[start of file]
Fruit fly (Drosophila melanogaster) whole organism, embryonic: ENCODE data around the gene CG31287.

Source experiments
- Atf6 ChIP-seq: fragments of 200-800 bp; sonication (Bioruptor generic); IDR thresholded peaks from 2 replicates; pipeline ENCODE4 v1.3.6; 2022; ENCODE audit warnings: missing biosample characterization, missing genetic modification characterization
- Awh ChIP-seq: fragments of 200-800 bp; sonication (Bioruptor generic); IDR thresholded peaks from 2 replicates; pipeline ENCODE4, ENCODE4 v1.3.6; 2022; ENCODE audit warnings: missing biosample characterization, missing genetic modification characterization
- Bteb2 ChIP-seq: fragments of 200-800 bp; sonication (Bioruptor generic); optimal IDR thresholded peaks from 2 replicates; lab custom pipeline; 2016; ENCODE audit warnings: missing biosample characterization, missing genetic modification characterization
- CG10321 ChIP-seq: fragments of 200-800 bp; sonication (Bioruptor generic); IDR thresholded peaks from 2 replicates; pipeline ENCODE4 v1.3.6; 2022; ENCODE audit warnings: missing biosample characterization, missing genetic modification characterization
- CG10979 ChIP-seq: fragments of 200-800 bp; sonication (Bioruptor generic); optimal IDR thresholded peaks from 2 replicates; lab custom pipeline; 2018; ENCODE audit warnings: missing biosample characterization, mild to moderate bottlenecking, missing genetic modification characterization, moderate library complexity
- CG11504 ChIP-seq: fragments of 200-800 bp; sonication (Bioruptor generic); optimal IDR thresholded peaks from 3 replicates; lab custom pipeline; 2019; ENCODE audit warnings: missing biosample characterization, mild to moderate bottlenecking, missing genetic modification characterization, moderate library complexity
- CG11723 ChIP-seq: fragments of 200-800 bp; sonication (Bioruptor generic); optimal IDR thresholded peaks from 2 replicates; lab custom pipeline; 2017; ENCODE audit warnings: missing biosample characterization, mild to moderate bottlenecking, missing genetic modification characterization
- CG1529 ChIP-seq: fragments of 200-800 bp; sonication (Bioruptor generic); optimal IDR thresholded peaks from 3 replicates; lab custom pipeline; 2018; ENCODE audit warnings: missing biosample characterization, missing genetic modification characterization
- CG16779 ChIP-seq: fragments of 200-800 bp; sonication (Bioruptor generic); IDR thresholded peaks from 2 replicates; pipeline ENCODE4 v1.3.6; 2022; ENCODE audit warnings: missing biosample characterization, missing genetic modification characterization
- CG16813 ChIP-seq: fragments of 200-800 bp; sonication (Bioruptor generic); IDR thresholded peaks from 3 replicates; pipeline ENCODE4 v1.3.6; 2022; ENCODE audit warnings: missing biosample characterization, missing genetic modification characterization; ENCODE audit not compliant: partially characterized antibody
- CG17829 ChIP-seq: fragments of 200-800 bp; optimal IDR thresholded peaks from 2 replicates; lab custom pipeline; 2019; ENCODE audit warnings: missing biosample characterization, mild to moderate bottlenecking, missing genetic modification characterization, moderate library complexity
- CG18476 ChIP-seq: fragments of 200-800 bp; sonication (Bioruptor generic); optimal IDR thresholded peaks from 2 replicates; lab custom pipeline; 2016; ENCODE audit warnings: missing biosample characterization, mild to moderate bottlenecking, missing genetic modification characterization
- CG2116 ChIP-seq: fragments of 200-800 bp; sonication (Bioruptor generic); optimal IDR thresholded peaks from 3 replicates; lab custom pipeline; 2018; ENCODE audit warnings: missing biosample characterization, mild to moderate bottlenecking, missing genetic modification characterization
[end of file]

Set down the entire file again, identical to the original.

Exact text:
Fruit fly (Drosophila melanogaster) whole organism, embryonic: ENCODE data around the gene CG31287.

Source experiments
- Atf6 ChIP-seq: fragments of 200-800 bp; sonication (Bioruptor generic); IDR thresholded peaks from 2 replicates; pipeline ENCODE4 v1.3.6; 2022; ENCODE audit warnings: missing biosample characterization, missing genetic modification characterization
- Awh ChIP-seq: fragments of 200-800 bp; sonication (Bioruptor generic); IDR thresholded peaks from 2 replicates; pipeline ENCODE4, ENCODE4 v1.3.6; 2022; ENCODE audit warnings: missing biosample characterization, missing genetic modification characterization
- Bteb2 ChIP-seq: fragments of 200-800 bp; sonication (Bioruptor generic); optimal IDR thresholded peaks from 2 replicates; lab custom pipeline; 2016; ENCODE audit warnings: missing biosample characterization, missing genetic modification characterization
- CG10321 ChIP-seq: fragments of 200-800 bp; sonication (Bioruptor generic); IDR thresholded peaks from 2 replicates; pipeline ENCODE4 v1.3.6; 2022; ENCODE audit warnings: missing biosample characterization, missing genetic modification characterization
- CG10979 ChIP-seq: fragments of 200-800 bp; sonication (Bioruptor generic); optimal IDR thresholded peaks from 2 replicates; lab custom pipeline; 2018; ENCODE audit warnings: missing biosample characterization, mild to moderate bottlenecking, missing genetic modification characterization, moderate library complexity
- CG11504 ChIP-seq: fragments of 200-800 bp; sonication (Bioruptor generic); optimal IDR thresholded peaks from 3 replicates; lab custom pipeline; 2019; ENCODE audit warnings: missing biosample characterization, mild to moderate bottlenecking, missing genetic modification characterization, moderate library complexity
- CG11723 ChIP-seq: fragments of 200-800 bp; sonication (Bioruptor generic); optimal IDR thresholded peaks from 2 replicates; lab custom pipeline; 2017; ENCODE audit warnings: missing biosample characterization, mild to moderate bottlenecking, missing genetic modification characterization
- CG1529 ChIP-seq: fragments of 200-800 bp; sonication (Bioruptor generic); optimal IDR thresholded peaks from 3 replicates; lab custom pipeline; 2018; ENCODE audit warnings: missing biosample characterization, missing genetic modification characterization
- CG16779 ChIP-seq: fragments of 200-800 bp; sonication (Bioruptor generic); IDR thresholded peaks from 2 replicates; pipeline ENCODE4 v1.3.6; 2022; ENCODE audit warnings: missing biosample characterization, missing genetic modification characterization
- CG16813 ChIP-seq: fragments of 200-800 bp; sonication (Bioruptor generic); IDR thresholded peaks from 3 replicates; pipeline ENCODE4 v1.3.6; 2022; ENCODE audit warnings: missing biosample characterization, missing genetic modification characterization; ENCODE audit not compliant: partially characterized antibody
- CG17829 ChIP-seq: fragments of 200-800 bp; optimal IDR thresholded peaks from 2 replicates; lab custom pipeline; 2019; ENCODE audit warnings: missing biosample characterization, mild to moderate bottlenecking, missing genetic modification characterization, moderate library complexity
- CG18476 ChIP-seq: fragments of 200-800 bp; sonication (Bioruptor generic); optimal IDR thresholded peaks from 2 replicates; lab custom pipeline; 2016; ENCODE audit warnings: missing biosample characterization, mild to moderate bottlenecking, missing genetic modification characterization
- CG2116 ChIP-seq: fragments of 200-800 bp; sonication (Bioruptor generic); optimal IDR thresholded peaks from 3 replicates; lab custom pipeline; 2018; ENCODE audit warnings: missing biosample characterization, mild to moderate bottlenecking, missing genetic modification characterization